ISSN (Print) - 0012-9976 | ISSN (Online) - 2349-8846
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Marxism, Radical Feminism and Homosexuality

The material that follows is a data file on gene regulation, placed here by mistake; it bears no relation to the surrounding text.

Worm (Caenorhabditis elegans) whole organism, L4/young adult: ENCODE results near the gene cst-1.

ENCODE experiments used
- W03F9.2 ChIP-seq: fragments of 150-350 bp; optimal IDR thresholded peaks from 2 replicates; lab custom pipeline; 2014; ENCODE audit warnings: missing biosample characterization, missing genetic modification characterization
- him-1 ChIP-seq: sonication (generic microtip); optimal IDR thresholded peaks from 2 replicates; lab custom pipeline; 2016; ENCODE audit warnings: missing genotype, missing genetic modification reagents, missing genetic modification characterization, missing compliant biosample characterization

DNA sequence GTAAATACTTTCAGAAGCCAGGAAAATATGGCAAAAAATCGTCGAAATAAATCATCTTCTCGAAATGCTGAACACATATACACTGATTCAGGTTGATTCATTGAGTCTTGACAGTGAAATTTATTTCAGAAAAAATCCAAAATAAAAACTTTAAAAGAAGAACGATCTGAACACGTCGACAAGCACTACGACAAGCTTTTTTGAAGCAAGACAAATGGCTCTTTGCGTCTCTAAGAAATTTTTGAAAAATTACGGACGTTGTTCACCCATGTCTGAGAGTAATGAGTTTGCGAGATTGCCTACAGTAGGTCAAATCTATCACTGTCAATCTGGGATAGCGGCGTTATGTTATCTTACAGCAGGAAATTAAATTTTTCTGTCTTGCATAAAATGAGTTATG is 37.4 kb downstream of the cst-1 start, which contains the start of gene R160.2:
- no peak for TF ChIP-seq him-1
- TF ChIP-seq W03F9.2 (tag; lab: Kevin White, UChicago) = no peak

Marxism, Radical Feminism and Homosexuality H Srikanth WHEN I reacted to Vimal Balasubramanian's position on 'Gay Rights in India' (EPW, February 3,1996), I knew that I was opening a pandora's box. As expected my article. 'Natural Is Not Always Rational' (EPW, April 13, 1996) met with critical responses from different quarters, each one widening the sphere of discussion to many other related (EPW) itself two articles appeared confuting my arguments. While Sharmila Rege (EPW, June 1, 1996) tried to portray my interpretation as "one more piece in a mainstream homophobic tradition", Suneetha (EPW, November 23, 1996) concluded it was "an ill-informed and authoritarian exposition from a self-styled Marxist". Although my criticism of Vimal Balasubramanian was never based on medical or moralistic grounds, both Sharmila Rege and Suneetha quoted the opinions of American psychiatrists and cited different anthropological works to prove that there was nothing abnormal about homosexuals and that homosexuality was in practice in all cultures. Both of them raised objections to what they considered as orthodox-deterministic Marxian logic of subordinating sex to the needs of the society and argued in favour of "freedom of choice" in sexual matters. On her part, by reducing Marxist understanding of social necessity to reproduction of species and by interpreting reproduction as mere procreation, Suneetha defended technological changes that have "loosened the link between sexuality and reproduction" and argued that this "progressive step" would enable women and men "to break out of the boundaries that partiarchy imposes on the expression of their sexuality". Following similar logic, taking support from different western scholarly works, Sharmila Rege justified that gay and lesbian movements have potentiality to "reorganise heterosexuality" and that they could even pose "a challenge to capitalist system". Even though I am not in agreement with many of these and other conclusions which my critics have come to, I recognise that the issues they raised regarding sexuality, social control, sexual choice, women's emancipation and gender equality are relevant to the theory and practice of Marxism. I admit that classical Marxist literature does not have ready-made answers to all questions raised by postmodernists and feminists today, but I firmly believe that Marxism, as an analytical tool, has the capacity to comprehend and analyse the complex interplay of sex, gender and class in capitalist and socialist societies. Exposing some of the factual errors and theoretical inadequacies of feminist and postmodernist interpretations of sexuality in this paper I will try to justify my earlier position that forms of expression of sexuality were and are always subordinate to social necessity.

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